Thursday, February 26, 2009

Obama budget would cut 'corporate' ag subsidies, abolish direct payments and other programs

President Obama's budget would cut farm subsidies. The budget's fact sheet for the Department of Agriculture says the proposal "targets aid to family farmers -- rather than corporate megafarms," and Obama said in his speech to Congress Tuesday night, "In this budget, we will ... end direct payments to large agribusinesses that don't need them." That echoed Obama's campaign rhetoric and other statements about limiting the definition of a farm.

A more detailed budget narrative says the budget calls for a $250,000 limit on commodity program payments and "reflects the president's commitment to fiscal responsibility by reducing direct payments to the largest farmers, reducing crop insurance subsidies, eliminating cotton storage credits, eliminating funding for the Resource Conservation and Development program, and reducing program funding for overseas brand promotion."

Direct payments to producers with annual sales of more than $500,000 would be phased out over three years. The narrative notes that such payments were started in as a supposedly temporary measure in the 1996 Farm Bill but were renewed in 2002 and 2008. "Large farmers are well positioned to replace those payments with aternate sources of income from emerging
markets for environmental services, such as carbon sequestration, renewable energy production, and providing clean air, clean water, and wildlife habitat," and the Agriculture Department will help develop those markets, the narrative says.

American Farm Bureau Congressional Relations Director Tara Smith told Tom Steever of Brownfield Network that $500,000 in sales is relatively small. “If you look at soybean farm, for example, that has $500,000 in sales, by the time you take out cost of production, that farmer actually only nets only $36,000,” she said. “To be nickel and diming those kinds of farmers, we have some significant concerns with that.” (Read more)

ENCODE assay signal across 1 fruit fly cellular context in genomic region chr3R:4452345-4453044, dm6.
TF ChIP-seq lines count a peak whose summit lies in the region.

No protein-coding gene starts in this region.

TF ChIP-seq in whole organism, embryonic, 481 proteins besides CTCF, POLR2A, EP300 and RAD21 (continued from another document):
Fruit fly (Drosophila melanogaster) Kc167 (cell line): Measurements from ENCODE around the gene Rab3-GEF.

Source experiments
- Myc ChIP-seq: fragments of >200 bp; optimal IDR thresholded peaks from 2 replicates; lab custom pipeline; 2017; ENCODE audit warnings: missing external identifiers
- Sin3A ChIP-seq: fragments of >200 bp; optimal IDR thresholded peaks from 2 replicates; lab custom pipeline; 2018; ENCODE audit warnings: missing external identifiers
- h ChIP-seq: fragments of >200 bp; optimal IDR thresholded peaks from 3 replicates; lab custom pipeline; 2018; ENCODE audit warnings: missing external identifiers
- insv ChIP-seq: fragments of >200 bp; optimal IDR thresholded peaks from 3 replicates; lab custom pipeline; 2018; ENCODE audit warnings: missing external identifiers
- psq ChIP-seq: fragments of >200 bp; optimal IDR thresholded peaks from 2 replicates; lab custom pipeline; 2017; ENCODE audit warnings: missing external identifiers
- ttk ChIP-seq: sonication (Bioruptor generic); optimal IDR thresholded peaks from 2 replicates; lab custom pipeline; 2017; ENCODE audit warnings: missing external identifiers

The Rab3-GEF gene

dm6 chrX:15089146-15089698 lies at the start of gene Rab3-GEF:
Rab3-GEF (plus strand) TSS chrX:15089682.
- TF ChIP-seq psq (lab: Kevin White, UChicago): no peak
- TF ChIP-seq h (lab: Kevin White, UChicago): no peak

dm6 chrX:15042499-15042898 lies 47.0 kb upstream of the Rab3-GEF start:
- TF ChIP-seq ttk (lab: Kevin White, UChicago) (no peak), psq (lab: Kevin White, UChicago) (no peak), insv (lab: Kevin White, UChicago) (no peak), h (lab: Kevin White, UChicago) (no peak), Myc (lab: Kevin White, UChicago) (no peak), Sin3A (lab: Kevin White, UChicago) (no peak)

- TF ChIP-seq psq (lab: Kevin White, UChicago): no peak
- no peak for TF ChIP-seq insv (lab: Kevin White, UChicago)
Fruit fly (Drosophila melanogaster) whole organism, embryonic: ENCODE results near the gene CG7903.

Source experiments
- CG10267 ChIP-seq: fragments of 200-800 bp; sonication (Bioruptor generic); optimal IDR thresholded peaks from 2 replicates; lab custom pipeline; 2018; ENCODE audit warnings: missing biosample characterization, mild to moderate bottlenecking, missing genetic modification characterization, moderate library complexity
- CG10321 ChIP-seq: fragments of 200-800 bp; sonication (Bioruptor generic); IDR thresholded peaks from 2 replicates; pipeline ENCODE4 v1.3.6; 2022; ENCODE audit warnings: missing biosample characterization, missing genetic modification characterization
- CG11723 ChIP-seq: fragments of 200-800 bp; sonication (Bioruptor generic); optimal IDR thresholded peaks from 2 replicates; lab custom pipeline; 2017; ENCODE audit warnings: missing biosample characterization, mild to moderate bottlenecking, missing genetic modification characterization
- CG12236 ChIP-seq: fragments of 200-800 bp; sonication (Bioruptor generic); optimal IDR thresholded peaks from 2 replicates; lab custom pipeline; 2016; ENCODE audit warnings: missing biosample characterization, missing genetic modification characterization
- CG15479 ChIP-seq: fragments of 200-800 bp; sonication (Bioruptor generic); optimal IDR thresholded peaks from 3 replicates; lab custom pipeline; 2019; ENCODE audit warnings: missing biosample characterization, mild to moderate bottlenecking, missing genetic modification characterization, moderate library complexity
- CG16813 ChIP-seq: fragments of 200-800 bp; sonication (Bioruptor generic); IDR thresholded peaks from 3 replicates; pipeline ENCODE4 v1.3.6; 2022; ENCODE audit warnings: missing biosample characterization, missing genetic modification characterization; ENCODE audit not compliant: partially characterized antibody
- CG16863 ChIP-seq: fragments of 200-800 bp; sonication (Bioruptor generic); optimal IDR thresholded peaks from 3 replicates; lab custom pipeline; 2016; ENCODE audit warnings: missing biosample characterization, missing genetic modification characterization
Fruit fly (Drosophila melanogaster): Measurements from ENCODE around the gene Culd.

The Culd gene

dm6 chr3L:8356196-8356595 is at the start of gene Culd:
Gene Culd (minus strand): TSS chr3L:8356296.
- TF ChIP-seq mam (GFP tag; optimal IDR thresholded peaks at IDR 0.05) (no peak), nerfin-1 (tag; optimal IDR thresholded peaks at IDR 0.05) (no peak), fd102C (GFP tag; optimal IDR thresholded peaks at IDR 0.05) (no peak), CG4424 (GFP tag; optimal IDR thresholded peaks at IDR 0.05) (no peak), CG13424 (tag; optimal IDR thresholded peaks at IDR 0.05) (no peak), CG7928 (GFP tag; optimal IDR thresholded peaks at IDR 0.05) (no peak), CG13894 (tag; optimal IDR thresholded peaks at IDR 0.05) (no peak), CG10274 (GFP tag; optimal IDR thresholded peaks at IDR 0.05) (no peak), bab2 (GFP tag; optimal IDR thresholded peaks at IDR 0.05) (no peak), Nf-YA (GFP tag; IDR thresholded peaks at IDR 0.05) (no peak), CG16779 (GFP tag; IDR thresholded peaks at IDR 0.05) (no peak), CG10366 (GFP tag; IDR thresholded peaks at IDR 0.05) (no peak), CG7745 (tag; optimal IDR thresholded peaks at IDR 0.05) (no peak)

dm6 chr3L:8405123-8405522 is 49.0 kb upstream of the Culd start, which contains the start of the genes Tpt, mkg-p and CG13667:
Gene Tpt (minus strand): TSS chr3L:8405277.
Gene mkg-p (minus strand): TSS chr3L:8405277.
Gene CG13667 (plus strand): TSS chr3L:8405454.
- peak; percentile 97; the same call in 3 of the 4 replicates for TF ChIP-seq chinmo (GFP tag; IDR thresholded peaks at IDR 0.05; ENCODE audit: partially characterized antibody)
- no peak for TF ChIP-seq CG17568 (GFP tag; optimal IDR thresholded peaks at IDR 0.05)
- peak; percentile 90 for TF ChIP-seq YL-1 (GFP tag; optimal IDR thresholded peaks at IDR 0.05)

Agriculture Secretary Tom Vilsack has suggested that "wealthy landowners, who don't do much more than make telephone calls to inquire about production decisions, shouldn't be eligible for government payments," Bill Tomson writes for Dow Jones Newswires. Vilsack told reporters recently that he was "particularly interested in suggestions that would help ... target the payments to farmers that really need the payments and to ensure the payments are not being provided to ineligible parties."

Others say that cutting farm subsidies could have disastrous effects. In a letter to Vilsack, Oklahoma Rep. Frank Lucas, ranking Republican on the House Agriculture Committee, wrote, "At a time when the USDA recently reported that U.S. net farm income is down 20 percent from last year, it is irresponsible to even think of eliminating the one stable form of support for our producers." (Read more) "A plunge in commodity grain prices since last summer is shrinking profits across the farm sector, making it even more politically dicey for farm-state legislators to go along with any cuts in federal aid," note Brody Mullins and Scott Kilman of The Wall Street Journal.

Crop insurance subsidies would be reduced for "both insurance companies and farmers," the budget narrative says. "Over the last several years, subsidies for crop insurance companies have grown rapidly without improving program coverage or customer service for farmers. Current subsidy levels exceed what is necessary to encourage farmer participation and they do not constitute a sound value to taxpayers." The RC&D program was started in 1962 "to build community leadership skills," the narrative notes. "After 47 years, this goal has been accomplished," and state and local councils "are now able to secure funding for their continued operation without federal assistance."

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